This fall, I began my 32nd year of teaching first grade. As I inch closer to retirement, I find myself ponderingwhat’s most important in the life of a learner. I certainly don’t claim to have all of the answers, but my research-guided practice has led me to conclude,“Keep it simple.” In other words, I’ve observed that kids thrive in a predictable environment with ample time to read, write, talk, and think together. I learned this from Lucy Calkins (1983) decades ago when she said that creative environments are “deliberately kept simple to support the complexities of the work-in-progress. They are deliberately kept predictable so the unpredictable can happen” (p. 32). In this post, I offer three ideas to guide you in creating a classroom culture where the unpredictable can happen—surround students with peace, joy, and books (a lot of them!).

PEACE
In our classrooms, we work to promote a calm learning environment and also harmonious interactions among students. Fairly early in my career, I was fortunate to hear the wise Debbie Miller speak. From her presentations and book, I discovered the power of music in the classroom (2013). To help children remain calm during transitions, I play short song clips to signal them to move from one learning experience to the next. So, instead of my voice, they hear snippets of “Food, Glorious Food” (from the musical   Oliver!) when it’s lunchtime and “The Happy Working Song” (from the movie Enchanted) announces it is time to clean up. To end our day, we gather together to sing tunes fromsong picture books. Year after year, my students’ favorite song book is John Denver’s Take Me Home, Country Roads (2005)!

Screen Shot 2017-12-19 at 9.11.42 AMA Few of MyFavorite Song Picture Books

Footloose (Loggins, 2016) *Includes CD

The Library Book (Chapin & Mark, 2017)*Download song from I-Tunes
Octopus’s Garden (Starr & Cort, 2014) *Includes CD

We also read aloud and discuss books that promote peaceful interactions among children. We converse about the importance of friendship after reading Friendshape (Rosenthal, 2015) and brainstorm ways to resolve playground conflicts like the children did in Rulers of the Playground (Kuefler, 2017). Although these small, peaceful happenings may appear simple, they are key for kids. Peter Johnston reminds us that, “In productive classrooms there are routines and rituals that give a sense of stability and control” (2012, p. 29). When children feel in control, they are more willing to challenge themselves to grow as thinkers and learners.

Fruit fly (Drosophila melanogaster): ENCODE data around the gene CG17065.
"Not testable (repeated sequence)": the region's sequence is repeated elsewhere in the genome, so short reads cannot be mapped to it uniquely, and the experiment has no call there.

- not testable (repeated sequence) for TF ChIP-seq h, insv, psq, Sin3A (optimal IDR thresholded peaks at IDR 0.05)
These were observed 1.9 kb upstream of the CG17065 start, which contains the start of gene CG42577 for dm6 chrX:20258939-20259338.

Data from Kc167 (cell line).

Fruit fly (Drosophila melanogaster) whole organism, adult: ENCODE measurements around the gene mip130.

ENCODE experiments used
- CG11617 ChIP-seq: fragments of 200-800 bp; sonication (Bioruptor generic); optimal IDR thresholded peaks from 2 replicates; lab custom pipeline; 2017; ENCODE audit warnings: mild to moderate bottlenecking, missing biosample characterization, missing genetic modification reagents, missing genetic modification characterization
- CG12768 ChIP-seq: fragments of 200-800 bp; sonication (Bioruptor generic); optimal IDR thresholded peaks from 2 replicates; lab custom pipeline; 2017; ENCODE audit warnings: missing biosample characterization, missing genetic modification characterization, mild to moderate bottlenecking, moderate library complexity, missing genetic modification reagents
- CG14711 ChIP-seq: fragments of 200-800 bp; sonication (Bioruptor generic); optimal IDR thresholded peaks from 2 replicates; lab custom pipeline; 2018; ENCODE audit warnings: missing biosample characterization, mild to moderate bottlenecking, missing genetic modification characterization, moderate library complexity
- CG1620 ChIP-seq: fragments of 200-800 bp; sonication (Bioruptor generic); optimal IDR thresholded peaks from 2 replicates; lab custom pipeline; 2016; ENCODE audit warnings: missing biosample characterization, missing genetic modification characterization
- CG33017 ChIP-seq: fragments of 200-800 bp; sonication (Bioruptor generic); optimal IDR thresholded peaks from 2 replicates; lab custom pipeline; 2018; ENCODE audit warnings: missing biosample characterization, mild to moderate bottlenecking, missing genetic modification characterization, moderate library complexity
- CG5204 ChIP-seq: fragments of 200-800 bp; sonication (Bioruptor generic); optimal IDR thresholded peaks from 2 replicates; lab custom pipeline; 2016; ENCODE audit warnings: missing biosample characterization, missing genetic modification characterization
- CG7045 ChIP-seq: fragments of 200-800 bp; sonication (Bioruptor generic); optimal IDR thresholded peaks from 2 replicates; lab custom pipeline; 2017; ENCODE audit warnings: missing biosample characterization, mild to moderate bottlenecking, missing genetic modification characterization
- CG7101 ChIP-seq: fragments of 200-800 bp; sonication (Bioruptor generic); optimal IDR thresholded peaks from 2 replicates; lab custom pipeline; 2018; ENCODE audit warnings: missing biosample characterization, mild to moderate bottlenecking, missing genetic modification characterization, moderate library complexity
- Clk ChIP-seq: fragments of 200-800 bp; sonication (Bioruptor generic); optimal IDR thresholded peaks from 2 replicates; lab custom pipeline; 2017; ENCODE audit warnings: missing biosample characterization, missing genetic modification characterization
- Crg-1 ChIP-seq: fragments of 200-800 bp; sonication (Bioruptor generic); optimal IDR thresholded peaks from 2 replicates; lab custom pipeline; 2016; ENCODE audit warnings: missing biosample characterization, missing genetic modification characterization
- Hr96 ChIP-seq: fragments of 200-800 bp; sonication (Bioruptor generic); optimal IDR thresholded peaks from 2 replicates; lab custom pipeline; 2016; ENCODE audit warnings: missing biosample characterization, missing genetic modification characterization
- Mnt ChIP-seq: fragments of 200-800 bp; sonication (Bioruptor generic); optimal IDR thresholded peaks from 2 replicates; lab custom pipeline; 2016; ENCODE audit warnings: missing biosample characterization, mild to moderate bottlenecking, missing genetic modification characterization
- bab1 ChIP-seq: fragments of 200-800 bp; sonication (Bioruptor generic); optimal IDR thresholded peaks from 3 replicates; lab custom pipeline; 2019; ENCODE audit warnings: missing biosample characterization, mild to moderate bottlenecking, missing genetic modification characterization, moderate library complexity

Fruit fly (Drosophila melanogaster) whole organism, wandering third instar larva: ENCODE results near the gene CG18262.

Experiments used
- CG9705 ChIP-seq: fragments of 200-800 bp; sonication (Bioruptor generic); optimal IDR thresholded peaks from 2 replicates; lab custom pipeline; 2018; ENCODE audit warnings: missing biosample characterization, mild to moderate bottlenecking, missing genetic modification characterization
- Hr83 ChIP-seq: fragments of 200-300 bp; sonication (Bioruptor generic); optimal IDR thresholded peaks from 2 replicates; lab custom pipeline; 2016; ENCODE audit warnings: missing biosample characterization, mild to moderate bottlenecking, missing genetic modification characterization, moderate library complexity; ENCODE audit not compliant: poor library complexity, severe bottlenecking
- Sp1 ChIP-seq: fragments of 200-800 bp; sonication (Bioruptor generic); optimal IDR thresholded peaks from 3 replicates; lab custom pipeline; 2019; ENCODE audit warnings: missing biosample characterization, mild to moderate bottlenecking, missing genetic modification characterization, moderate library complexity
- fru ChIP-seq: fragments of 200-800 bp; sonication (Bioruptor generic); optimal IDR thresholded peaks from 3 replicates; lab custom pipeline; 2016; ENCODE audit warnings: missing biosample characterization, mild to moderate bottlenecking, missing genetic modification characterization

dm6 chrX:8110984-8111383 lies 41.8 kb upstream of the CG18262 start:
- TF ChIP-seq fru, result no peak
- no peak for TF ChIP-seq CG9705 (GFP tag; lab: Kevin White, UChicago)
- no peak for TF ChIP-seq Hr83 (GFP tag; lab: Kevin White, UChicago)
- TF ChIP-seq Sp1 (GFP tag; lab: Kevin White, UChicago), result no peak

JOY
Joyful learning occurs in classrooms where approximations are honored and mistakes are viewed as opportunities to further understanding. We can nurture joyful learners by adopting and promoting a dynamic learning frame—the belief that the more you learn, the smarter you get (Johnston, 2012). Again, I turn to books to help lead the way. Stories like Dan Santat’s After the Fall (2017), help students see the importance of getting back up and Rosie Revere, Engineer (Beaty, 2013), demonstrates persistence. We also promote
joy by laughing together the antics of The Wolf, The Duck, and the Mouse (Barnett, 2017) or the toddler portrayed in Rodzilla (Sanders, 2017). Learning, in and of itself, is an enjoyable endeavor. When you look at your students’ faces as you energetically read aloud or watch a pair of learners rereading (for the one hundredth time) their favorite Elephant and Piggie book, you witness pure joy. When kept simple, by sharing engaging children’s books, creating purposeful writing experiences, and offering opportunities to inquire, collaborate, and share, the excitement of uncovering new understandings thrives.

BOOKS
You can probably tell by now that children’s literature is at the center of almost everything I do with kids. In fact, I’ve collected 32 years’ worth of books for my students because I know that the right book can entice a reluctant or vulnerable reader. Books spill out of every nook and cranny in my classroom (and my home office). Thus, instead of calling it a classroom library, I call it our library classroom. A robust classroom collection of books is crucial. Kids not only need to read a lot, but they also need lots ofbooks right at their fingertips. Books that “entice them, attract them to reading” (Allington, 2006, p. 85). So, if you are going to spend your hard-earned dollars on teaching materials, take my advice—shut down your computer, visit an
independent bookstore, and buy a books with a specific child in mind. You and your students will be thankful you did!

I hope this post gave you a few ideas to ponder. I’d love to learn from you. What are the three words that guide your teaching?

References
Allington, R. (2006). What really matters for struggling readers (2 nd ed.). New York: Pearson.
Calkins, L. (1983). Lessons from a child. Portsmouth, NH: Heinemann.
Johnston, P. (2012). Opening minds. Portland, ME: Stenhouse.
Miller, D. (2013). Reading with meaning (2 nd ed.). Portland, ME: Stenhouse.

Maria Walther has taught first grade since 1986. In 2008, Maria earned the ICARE for Reading Award for fostering the love of reading in children and in 2016 she was presented with the Illinois Reading Council Hall of Fame Award. She has co-
authored five professional books and the Next Step Guided Reading Assessment. 
Her latest book The Revved-Up Read Aloud will be published by Corwin. Learn more about Maria at #CCIRA18,  on her website or follow her on Twitter @mariapwalther.